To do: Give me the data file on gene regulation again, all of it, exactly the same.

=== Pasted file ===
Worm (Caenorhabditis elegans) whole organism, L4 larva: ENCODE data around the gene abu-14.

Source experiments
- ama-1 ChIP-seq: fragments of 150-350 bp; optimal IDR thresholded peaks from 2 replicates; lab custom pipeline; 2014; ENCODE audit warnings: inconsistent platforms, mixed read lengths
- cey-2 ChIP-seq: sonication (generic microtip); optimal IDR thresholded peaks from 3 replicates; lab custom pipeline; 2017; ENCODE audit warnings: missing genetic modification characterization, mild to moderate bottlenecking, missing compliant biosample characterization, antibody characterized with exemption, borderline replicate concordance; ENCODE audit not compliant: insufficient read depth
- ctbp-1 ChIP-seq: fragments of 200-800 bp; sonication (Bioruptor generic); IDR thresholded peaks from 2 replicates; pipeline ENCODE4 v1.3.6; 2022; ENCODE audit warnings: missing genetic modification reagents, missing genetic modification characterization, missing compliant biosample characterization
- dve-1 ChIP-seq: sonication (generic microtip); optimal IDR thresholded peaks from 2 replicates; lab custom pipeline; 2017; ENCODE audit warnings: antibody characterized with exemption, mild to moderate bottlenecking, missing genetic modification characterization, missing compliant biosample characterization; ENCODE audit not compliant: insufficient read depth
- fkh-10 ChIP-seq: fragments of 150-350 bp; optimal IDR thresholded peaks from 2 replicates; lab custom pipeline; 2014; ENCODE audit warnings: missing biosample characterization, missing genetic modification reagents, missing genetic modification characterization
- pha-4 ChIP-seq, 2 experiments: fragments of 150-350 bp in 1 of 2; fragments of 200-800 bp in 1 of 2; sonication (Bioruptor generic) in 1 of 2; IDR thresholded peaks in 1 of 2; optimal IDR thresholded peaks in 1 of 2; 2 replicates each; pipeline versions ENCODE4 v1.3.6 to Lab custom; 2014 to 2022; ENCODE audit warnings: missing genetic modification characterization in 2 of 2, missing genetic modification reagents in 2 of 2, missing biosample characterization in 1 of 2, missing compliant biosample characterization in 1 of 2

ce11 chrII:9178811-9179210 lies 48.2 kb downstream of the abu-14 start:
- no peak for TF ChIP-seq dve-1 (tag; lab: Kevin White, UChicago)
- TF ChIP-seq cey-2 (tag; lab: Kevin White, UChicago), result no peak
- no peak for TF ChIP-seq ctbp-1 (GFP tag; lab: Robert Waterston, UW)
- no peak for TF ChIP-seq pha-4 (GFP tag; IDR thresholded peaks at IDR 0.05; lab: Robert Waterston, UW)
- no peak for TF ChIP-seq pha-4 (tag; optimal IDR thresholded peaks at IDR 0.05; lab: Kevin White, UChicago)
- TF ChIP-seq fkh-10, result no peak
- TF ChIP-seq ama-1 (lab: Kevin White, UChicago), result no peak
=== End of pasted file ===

Worm (Caenorhabditis elegans) whole organism, L4 larva: ENCODE data around the gene abu-14.

Source experiments
- ama-1 ChIP-seq: fragments of 150-350 bp; optimal IDR thresholded peaks from 2 replicates; lab custom pipeline; 2014; ENCODE audit warnings: inconsistent platforms, mixed read lengths
- cey-2 ChIP-seq: sonication (generic microtip); optimal IDR thresholded peaks from 3 replicates; lab custom pipeline; 2017; ENCODE audit warnings: missing genetic modification characterization, mild to moderate bottlenecking, missing compliant biosample characterization, antibody characterized with exemption, borderline replicate concordance; ENCODE audit not compliant: insufficient read depth
- ctbp-1 ChIP-seq: fragments of 200-800 bp; sonication (Bioruptor generic); IDR thresholded peaks from 2 replicates; pipeline ENCODE4 v1.3.6; 2022; ENCODE audit warnings: missing genetic modification reagents, missing genetic modification characterization, missing compliant biosample characterization
- dve-1 ChIP-seq: sonication (generic microtip); optimal IDR thresholded peaks from 2 replicates; lab custom pipeline; 2017; ENCODE audit warnings: antibody characterized with exemption, mild to moderate bottlenecking, missing genetic modification characterization, missing compliant biosample characterization; ENCODE audit not compliant: insufficient read depth
- fkh-10 ChIP-seq: fragments of 150-350 bp; optimal IDR thresholded peaks from 2 replicates; lab custom pipeline; 2014; ENCODE audit warnings: missing biosample characterization, missing genetic modification reagents, missing genetic modification characterization
- pha-4 ChIP-seq, 2 experiments: fragments of 150-350 bp in 1 of 2; fragments of 200-800 bp in 1 of 2; sonication (Bioruptor generic) in 1 of 2; IDR thresholded peaks in 1 of 2; optimal IDR thresholded peaks in 1 of 2; 2 replicates each; pipeline versions ENCODE4 v1.3.6 to Lab custom; 2014 to 2022; ENCODE audit warnings: missing genetic modification characterization in 2 of 2, missing genetic modification reagents in 2 of 2, missing biosample characterization in 1 of 2, missing compliant biosample characterization in 1 of 2

ce11 chrII:9178811-9179210 lies 48.2 kb downstream of the abu-14 start:
- no peak for TF ChIP-seq dve-1 (tag; lab: Kevin White, UChicago)
- TF ChIP-seq cey-2 (tag; lab: Kevin White, UChicago), result no peak
- no peak for TF ChIP-seq ctbp-1 (GFP tag; lab: Robert Waterston, UW)
- no peak for TF ChIP-seq pha-4 (GFP tag; IDR thresholded peaks at IDR 0.05; lab: Robert Waterston, UW)
- no peak for TF ChIP-seq pha-4 (tag; optimal IDR thresholded peaks at IDR 0.05; lab: Kevin White, UChicago)
- TF ChIP-seq fkh-10, result no peak
- TF ChIP-seq ama-1 (lab: Kevin White, UChicago), result no peak